Q: How important were the Lateran Treaties of 1929 between the Italian State and the Papacy in consolidating Mussolini's hold on power in Italy?
In February 1929, the Lateran Pact restored relations between the Catholic Church and the Italian State, doing much to secure wider acceptance of Mussolini's rule. By 1929, Mussolini's dictatorship was in place and was reinforced by supporting repressive legislation. In purely political terms it did not progress far after that date, and the main interest switches to fascist social and economic achievements and, above all, to Mussolini's excitable and ambitious conduct of foreign policy. The Lateran Treaties had given a huge boost for Mussolini's image and popularity, and they enabled him to look popular with the Italian people, however other factors enabled Mussolini to hold on power in Italy, and this essay will illustrate these ideas.
The Lateran Treaties of 1929 governed relations between the Church and State, by which Mussolini had negotiated an end to the conflict that had existed since Italy was unified in the mid-nineteenth century.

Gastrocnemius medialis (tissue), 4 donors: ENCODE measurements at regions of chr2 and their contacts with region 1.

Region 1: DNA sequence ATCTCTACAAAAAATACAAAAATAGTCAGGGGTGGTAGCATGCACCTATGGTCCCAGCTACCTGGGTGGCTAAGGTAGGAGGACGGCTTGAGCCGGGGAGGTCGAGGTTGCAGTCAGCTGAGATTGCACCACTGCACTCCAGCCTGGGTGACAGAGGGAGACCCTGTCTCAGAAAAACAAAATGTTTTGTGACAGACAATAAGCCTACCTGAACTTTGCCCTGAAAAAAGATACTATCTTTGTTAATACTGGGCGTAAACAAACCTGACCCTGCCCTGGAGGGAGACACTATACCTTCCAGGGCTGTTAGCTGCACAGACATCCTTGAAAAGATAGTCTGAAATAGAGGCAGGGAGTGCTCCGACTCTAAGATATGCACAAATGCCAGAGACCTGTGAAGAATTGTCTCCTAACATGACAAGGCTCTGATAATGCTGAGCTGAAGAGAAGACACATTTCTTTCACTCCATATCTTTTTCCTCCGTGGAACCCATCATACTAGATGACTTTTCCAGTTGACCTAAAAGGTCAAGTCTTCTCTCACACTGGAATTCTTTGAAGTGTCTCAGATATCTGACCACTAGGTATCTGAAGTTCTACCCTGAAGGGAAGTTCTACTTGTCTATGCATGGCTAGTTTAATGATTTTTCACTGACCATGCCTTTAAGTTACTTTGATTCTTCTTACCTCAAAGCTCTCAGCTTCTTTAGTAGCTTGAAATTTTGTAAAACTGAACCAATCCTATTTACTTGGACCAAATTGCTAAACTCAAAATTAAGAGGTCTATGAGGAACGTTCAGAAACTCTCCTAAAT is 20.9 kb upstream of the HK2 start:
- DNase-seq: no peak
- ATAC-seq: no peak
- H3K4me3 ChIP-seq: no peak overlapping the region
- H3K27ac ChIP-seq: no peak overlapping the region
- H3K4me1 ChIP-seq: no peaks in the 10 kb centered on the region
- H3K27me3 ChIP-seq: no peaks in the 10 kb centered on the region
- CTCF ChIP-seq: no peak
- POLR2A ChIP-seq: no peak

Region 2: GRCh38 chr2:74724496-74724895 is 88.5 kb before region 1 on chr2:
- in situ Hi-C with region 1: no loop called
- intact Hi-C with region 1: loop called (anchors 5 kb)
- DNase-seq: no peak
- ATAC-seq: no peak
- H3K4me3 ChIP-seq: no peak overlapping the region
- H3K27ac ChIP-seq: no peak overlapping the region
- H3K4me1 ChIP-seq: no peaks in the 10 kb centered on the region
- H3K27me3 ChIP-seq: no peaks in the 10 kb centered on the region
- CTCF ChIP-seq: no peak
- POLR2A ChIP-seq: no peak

The Pact consisted of a treaty that set up the Vatican City as a tiny independent state within Rome and with the Pope as the head of state. As well as this, the Pact consisted of a financial settlement, which gave the Church some compensation for the lands it had lost when Italy was unified in 1870, receiving 750 million lire and a billion lire in state bonds. The Pact also included a religious Concordat that in practice established Catholicism as the state religion in Italy and accepted the survival of the Church administrative and religious structure independent of state institutions.
The agreement was a great triumph for Mussolini and marked the end of sixty years of animosity between the Catholic Church and the Italian...